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Plant of the Week: Snowdrops

The University of Arkansas System Division of Agriculture does not promote, support or recommend plants featured in "Plant of the Week." Please consult your local Extension office for plants suitable for your region.

Plant of the Week

Latin: Galanthus nivalis

Picture of a snow drop plant
Snowdrops usher in spring each spring

Even though our winters seem to be getting shorter and milder, most of us are always ready to shed the cloak of winter and look forward to spring's arrival. In the garden, one of the first signs of spring is the arrival of snowdrops.

Snowdrops (Galanthus nivalis) are tiny spring blooming bulbs in the amaryllis family that would be easily overlooked if they bloomed later in the spring when there was competition. But because they show up in late February or early March, their dainty white flowers put on a pleasing display when little else is blooming.

Snowdrops are tiny plants usually only 4-6 inches tall. Each bulb large enough to bloom produces a pair of glaucous, gray-green, linear leaves that wither away about six weeks after blooming. From each bulb, arises a scape that extends above the leaves and bears a single blossom.

The blossom is produced from a parchment-like envelope that is used as a diagnostic feature separating members of the amaryllis family from the closely allied lily family. The white, three-sided bloom dangles from a short peduncle and is said to resemble an earring popular in 16th century Germany. The common name snowdrop is said to have come from the German word for this adornment.

Each blossom has three long sepals (tepals) that droop downward and surround three smaller petals (tepals) that are arranged in a crown-like circle in the center of the blossom. The smaller tepals are tipped by a green blotch or line.

About 19 species of snowdrops are described throughout most of western and southern Europe where they grow in moist woodlands, often blooming as the snow is melting. The species hybridize readily, and now most of the plants being offered by nurserymen are hybrids. Some wild collecting still occurs for the bulb trade and is threatening the survival of some of the rarer species.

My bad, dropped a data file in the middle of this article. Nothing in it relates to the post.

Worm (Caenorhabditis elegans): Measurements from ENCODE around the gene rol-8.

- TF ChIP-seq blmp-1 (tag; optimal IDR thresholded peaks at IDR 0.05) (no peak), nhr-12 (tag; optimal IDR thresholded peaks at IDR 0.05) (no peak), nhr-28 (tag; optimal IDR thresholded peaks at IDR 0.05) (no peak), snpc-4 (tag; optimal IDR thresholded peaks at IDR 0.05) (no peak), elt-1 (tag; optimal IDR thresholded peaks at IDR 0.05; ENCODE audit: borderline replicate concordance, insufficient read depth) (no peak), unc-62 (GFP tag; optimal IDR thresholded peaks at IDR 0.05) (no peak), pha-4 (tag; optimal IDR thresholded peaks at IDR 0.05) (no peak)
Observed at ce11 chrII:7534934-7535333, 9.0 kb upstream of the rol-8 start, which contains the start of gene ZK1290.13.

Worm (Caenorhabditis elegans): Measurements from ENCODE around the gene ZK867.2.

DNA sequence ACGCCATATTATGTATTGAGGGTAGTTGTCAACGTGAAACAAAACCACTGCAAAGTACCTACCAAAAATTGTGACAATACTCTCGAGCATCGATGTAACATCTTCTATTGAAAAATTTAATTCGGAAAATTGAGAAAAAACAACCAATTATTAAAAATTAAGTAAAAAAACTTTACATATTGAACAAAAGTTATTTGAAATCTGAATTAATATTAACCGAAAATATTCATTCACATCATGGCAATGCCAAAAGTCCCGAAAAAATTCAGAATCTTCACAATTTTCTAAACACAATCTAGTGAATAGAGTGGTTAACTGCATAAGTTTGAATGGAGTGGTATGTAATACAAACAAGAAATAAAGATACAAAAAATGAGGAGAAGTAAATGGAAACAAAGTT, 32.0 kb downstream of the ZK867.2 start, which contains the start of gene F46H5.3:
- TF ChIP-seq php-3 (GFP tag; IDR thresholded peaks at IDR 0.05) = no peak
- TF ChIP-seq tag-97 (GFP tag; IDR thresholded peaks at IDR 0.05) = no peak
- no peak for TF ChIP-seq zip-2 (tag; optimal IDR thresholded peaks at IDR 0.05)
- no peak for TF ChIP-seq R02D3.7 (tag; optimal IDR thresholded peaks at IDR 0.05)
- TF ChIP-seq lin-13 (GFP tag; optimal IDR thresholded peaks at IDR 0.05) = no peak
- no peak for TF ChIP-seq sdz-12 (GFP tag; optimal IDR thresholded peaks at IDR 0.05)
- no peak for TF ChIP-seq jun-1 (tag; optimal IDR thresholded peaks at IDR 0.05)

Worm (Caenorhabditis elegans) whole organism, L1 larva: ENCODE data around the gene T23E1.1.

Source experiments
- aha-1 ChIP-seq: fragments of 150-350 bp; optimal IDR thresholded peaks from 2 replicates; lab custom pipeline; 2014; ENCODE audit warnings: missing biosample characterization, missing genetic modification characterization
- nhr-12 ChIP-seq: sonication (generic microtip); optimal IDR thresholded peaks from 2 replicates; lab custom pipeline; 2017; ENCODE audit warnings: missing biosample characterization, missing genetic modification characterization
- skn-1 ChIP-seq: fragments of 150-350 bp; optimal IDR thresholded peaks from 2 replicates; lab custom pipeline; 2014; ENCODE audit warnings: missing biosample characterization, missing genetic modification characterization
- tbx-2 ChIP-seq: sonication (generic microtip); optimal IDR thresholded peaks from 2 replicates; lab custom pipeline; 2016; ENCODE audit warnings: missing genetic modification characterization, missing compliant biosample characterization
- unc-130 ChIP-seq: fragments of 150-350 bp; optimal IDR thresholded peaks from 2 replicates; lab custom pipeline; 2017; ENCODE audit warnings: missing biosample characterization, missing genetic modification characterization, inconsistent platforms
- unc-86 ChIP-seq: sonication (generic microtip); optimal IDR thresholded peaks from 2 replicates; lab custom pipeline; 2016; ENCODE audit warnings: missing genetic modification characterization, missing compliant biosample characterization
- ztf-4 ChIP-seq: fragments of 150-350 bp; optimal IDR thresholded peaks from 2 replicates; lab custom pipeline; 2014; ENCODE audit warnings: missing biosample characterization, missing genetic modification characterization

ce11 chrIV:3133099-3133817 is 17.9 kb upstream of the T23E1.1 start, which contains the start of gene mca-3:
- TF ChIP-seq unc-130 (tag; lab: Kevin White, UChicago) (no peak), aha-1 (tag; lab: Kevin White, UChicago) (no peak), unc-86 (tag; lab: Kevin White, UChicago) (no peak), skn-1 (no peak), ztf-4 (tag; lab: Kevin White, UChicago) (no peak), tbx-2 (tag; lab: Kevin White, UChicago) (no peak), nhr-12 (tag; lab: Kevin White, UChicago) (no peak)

For such a small thing, it is surprising there is so much interest in these tiny plants. Their popularity must come from their early arrival each spring, their easy care and the rise in popularity of small bulbs for use in rock gardens during the latter part of the 19th century. Today, snowdrop collectors, who must have every species and hybrid, are rarer but they're still around.

Galanthus nivalis is the most common snowdrop with double-flowered forms (Flore Pleno), forms with green blotches on the outer tepals (Vividi-apice) and named hybrids such as ‘White Dream' offered in the trade. G. elwesii - the giant snowdrop - is another commonly offered species.

Snowdrops are diminutive, so locate them where they won't get lost amongst larger plants. I often clump them together at the base of a rock wall, amongst the foliage of a low-growing groundcover such as vinca or use them in the rock garden. If content, they'll reseed freely and come up in unexpected spaces. They're hardy over a wide range from USDA zones 3 to 8. They do best in a moist woodland soil that is well drained but never completely dries out in the summer.

Unlike most bulbs the recommended time for moving them is while the foliage is still green, but after the plants have finished flowering. This makes it easier to find the plants. Replant the bulbs about 3 inches apart and 2 inches deep.

By: Gerald Klingaman, retired
Extension Horticulturist - Ornamentals
Extension News - March 6, 2009


The University of Arkansas Division of Agriculture does not maintain lists of retail outlets where these plants can be purchased. Please check your local nursery or other retail outlets to ask about the availability of these plants for your growing area.